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Sustained Smoking Cessation May Delay, Prevent Seropositive RA

Last Updated: February 27, 2019.

While smoking is a strong risk factor for seropositive rheumatoid arthritis, sustained smoking cessation could delay or even prevent disease development, according to a study published online Feb. 21 in Arthritis Care & Research.

WEDNESDAY, Feb. 27, 2019 (HealthDay News) -- While smoking is a strong risk factor for seropositive rheumatoid arthritis (RA), sustained smoking cessation could delay or even prevent disease development, according to a study published online Feb. 21 in Arthritis Care & Research.

Xinyi Liu, from Brigham and Women's Hospital in Boston, and colleagues assessed smoking cessation and RA risk among participants in the Nurses' Health Study (NHS; 1976 to 2014) and the NHSII (1989 to 2015). Biennial questionnaires were used to ascertain smoking exposure, while self-reported RA was confirmed by medical record review.

The researchers found that among 230,732 women, there were 1,528 incident RA cases (63.4 percent seropositive). Current smoking increased risk for all RA (multivariable hazard ratio [HR], 1.47; 95 percent confidence interval, 1.27 to 1.72) and seropositive RA (HR, 1.67; 95 percent confidence interval, 1.38 to 2.01) but not seronegative RA (HR, 1.2; 95 percent confidence interval, 0.93 to 1.55) compared with never smoking. The risk for all RA increased with increasing smoking pack-years and seropositive RA. A decreased trend in risk was seen with increasing duration of smoking cessation for all RA and seropositive RA. Although those who quit ≥30 years ago had a hazard ratio of 0.63 for seropositive RA compared with recent quitters (less than five years), there was still a modestly elevated RA risk detectable 30 years after quitting smoking (all RA: HR, 1.25; seropositive RA: HR, 1.3 [both compared with never smoking]).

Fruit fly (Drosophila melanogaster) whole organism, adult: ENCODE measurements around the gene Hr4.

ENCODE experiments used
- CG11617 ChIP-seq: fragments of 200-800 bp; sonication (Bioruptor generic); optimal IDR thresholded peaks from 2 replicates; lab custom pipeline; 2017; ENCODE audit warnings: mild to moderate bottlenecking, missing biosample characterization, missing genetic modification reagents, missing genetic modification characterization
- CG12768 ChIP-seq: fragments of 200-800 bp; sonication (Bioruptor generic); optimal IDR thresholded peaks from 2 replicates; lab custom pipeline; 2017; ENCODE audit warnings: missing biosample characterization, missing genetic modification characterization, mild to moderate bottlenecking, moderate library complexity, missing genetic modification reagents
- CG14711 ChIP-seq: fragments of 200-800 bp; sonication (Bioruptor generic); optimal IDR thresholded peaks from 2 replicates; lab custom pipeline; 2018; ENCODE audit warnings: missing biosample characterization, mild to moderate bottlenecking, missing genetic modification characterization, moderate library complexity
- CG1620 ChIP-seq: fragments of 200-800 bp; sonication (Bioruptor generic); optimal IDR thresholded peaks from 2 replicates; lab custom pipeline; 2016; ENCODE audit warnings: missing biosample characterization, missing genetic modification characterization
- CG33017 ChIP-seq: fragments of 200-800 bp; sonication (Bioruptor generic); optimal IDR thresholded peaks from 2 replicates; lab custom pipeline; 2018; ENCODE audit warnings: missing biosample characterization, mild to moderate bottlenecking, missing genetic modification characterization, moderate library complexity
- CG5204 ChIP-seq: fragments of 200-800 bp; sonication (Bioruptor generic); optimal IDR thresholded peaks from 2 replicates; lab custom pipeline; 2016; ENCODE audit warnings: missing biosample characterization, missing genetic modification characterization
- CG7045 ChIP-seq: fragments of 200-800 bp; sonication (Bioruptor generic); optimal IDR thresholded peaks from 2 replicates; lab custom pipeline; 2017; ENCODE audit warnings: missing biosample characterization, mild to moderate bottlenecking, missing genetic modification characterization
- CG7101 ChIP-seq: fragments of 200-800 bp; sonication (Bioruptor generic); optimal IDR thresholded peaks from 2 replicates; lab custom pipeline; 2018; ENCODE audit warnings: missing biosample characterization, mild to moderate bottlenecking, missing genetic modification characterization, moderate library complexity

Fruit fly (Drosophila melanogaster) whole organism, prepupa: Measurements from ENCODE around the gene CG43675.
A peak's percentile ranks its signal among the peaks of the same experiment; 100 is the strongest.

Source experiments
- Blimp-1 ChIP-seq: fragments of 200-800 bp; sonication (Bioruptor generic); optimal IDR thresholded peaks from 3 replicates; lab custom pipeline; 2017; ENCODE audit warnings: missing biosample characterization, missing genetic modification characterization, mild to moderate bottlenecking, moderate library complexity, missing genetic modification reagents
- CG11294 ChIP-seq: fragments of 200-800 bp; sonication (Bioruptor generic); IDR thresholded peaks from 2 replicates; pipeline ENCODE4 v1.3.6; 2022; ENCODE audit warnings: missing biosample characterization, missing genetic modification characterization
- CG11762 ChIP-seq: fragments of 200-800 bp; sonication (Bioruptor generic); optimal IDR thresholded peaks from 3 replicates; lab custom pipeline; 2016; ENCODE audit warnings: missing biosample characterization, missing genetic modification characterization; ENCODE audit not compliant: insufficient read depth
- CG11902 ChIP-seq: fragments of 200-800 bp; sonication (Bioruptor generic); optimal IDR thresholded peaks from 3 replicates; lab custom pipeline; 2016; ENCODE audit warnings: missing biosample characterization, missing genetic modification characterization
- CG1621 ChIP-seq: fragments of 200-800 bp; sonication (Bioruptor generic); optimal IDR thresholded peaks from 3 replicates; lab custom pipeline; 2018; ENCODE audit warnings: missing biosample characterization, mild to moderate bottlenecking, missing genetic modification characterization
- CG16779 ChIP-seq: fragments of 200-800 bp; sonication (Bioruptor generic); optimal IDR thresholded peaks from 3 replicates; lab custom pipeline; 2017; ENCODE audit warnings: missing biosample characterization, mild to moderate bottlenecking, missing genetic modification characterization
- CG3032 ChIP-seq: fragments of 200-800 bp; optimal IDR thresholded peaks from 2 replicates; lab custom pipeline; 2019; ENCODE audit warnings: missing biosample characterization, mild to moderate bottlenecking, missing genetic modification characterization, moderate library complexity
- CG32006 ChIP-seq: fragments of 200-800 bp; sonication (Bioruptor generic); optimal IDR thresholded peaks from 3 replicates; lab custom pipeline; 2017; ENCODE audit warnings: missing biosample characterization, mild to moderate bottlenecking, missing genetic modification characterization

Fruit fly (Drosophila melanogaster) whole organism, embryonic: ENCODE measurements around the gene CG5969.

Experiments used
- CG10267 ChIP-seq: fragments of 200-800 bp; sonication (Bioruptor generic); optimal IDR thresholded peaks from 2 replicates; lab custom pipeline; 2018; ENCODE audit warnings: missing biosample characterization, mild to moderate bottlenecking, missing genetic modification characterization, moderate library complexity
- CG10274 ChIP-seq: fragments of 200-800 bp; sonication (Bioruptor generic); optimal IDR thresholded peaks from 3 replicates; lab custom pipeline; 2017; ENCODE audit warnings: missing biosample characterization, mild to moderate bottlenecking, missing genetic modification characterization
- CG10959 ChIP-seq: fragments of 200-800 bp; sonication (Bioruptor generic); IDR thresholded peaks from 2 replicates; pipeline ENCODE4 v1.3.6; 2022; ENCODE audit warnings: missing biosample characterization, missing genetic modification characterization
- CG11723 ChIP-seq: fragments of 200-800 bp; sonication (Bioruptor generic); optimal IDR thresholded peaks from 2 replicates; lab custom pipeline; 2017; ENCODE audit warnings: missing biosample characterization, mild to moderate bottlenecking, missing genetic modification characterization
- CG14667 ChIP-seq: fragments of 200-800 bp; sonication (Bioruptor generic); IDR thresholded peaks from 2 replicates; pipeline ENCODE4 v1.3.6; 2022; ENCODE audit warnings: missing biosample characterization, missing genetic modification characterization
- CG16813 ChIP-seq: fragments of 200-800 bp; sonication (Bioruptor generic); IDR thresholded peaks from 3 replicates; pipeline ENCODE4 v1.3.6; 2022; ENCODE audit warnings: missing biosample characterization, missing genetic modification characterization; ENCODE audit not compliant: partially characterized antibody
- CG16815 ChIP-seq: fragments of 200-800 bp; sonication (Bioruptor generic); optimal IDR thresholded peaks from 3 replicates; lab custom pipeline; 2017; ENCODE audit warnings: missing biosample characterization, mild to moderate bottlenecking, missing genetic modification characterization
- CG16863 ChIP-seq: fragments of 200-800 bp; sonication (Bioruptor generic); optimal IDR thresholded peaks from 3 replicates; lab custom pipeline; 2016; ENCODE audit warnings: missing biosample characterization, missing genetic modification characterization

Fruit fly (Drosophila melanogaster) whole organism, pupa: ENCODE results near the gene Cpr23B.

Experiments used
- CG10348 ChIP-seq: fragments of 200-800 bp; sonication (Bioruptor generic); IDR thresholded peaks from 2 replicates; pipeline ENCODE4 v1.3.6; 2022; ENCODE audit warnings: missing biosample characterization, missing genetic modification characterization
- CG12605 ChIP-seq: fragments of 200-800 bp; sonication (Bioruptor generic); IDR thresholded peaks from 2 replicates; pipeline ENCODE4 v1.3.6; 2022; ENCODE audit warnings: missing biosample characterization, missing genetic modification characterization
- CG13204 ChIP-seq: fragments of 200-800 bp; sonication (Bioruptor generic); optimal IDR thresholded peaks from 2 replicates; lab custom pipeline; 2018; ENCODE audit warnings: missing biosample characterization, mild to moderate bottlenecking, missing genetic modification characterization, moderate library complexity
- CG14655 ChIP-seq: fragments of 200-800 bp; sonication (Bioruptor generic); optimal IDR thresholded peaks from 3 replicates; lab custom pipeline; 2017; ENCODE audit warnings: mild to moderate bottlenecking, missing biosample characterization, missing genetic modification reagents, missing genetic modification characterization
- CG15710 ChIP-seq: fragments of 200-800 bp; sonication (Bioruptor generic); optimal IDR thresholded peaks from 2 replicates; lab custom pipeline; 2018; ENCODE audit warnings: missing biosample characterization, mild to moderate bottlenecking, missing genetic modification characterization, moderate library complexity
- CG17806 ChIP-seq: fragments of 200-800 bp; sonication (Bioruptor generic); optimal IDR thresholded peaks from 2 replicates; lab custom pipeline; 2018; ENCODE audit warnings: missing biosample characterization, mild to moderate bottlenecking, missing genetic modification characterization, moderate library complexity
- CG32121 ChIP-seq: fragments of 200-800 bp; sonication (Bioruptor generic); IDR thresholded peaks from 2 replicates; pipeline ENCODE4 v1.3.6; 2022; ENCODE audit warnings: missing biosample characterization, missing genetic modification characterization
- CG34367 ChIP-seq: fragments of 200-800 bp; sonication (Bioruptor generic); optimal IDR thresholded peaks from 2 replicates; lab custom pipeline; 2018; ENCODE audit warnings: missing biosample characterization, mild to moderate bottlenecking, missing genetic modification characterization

"Our study is one of the first to show that a behavior change of prolonged smoking cessation may actually delay or even prevent the onset of seropositive RA, suggesting lifestyle changes may modify risk for development of a systemic rheumatic disease," a coauthor said in a statement.

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